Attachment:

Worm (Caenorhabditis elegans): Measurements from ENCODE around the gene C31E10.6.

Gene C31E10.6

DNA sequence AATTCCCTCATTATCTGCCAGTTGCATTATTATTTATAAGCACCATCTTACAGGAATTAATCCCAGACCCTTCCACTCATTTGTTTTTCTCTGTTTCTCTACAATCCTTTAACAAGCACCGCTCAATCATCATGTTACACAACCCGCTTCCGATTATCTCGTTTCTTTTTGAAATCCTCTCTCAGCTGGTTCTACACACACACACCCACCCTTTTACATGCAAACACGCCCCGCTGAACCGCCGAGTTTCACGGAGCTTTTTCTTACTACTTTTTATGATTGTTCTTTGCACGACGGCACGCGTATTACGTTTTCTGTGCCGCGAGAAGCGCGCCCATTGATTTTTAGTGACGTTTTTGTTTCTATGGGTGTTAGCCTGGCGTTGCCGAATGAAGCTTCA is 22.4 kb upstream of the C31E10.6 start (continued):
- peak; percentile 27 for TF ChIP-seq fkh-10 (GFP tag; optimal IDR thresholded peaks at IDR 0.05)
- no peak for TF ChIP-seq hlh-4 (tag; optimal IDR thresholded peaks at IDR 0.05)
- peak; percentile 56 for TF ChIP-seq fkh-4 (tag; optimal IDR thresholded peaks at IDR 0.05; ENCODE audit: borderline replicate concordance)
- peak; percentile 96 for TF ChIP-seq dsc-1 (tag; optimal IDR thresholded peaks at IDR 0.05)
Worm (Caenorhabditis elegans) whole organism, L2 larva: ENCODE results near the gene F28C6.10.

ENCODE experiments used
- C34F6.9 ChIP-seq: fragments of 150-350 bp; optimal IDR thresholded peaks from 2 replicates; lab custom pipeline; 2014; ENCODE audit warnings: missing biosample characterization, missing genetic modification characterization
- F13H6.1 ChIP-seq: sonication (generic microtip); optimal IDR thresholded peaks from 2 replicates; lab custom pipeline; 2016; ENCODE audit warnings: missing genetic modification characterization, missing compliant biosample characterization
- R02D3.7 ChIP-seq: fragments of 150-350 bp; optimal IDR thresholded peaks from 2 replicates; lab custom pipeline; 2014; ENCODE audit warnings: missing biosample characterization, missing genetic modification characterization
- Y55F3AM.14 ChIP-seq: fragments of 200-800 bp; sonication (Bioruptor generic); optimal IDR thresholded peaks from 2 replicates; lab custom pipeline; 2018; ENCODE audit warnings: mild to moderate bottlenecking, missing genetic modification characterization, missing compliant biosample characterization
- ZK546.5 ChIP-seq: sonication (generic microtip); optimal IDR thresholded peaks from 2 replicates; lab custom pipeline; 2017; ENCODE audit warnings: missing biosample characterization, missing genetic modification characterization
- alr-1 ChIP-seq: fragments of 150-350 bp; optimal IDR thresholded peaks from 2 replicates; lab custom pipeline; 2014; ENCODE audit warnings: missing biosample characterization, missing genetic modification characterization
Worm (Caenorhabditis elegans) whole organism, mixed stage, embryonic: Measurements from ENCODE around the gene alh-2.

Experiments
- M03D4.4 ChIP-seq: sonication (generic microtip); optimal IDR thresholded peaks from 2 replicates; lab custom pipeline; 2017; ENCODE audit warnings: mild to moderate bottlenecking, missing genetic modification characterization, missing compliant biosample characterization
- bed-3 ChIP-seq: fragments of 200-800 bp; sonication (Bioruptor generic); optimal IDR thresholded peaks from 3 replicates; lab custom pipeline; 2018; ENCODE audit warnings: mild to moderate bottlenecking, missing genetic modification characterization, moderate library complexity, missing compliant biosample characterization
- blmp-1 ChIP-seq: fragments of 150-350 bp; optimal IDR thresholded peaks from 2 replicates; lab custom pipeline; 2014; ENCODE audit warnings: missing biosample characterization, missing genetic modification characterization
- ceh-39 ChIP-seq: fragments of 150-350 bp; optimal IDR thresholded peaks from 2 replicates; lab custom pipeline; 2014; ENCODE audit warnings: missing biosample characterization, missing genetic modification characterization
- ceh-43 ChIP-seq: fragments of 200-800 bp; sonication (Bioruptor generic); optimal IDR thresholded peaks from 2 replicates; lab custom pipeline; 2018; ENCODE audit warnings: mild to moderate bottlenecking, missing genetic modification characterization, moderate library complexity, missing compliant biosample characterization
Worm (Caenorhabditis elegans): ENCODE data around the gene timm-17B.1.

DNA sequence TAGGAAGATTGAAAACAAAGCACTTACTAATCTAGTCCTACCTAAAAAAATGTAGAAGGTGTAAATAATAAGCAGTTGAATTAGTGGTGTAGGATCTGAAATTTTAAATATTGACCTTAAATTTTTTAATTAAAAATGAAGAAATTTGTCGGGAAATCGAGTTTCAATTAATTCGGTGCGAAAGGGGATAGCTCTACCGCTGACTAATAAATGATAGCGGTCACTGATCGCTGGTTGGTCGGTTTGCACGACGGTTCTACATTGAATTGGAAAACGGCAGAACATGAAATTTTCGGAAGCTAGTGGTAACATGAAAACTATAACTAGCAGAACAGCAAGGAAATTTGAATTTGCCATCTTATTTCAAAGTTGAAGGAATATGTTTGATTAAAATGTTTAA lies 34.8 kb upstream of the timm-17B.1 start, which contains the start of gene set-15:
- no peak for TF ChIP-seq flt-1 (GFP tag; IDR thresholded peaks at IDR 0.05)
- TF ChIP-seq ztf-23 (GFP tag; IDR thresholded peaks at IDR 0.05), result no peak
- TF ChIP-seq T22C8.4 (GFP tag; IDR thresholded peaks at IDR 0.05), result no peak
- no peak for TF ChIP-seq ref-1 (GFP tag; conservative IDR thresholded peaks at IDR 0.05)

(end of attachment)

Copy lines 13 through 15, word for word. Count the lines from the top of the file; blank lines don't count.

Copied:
- Y55F3AM.14 ChIP-seq: fragments of 200-800 bp; sonication (Bioruptor generic); optimal IDR thresholded peaks from 2 replicates; lab custom pipeline; 2018; ENCODE audit warnings: mild to moderate bottlenecking, missing genetic modification characterization, missing compliant biosample characterization
- ZK546.5 ChIP-seq: sonication (generic microtip); optimal IDR thresholded peaks from 2 replicates; lab custom pipeline; 2017; ENCODE audit warnings: missing biosample characterization, missing genetic modification characterization
- alr-1 ChIP-seq: fragments of 150-350 bp; optimal IDR thresholded peaks from 2 replicates; lab custom pipeline; 2014; ENCODE audit warnings: missing biosample characterization, missing genetic modification characterization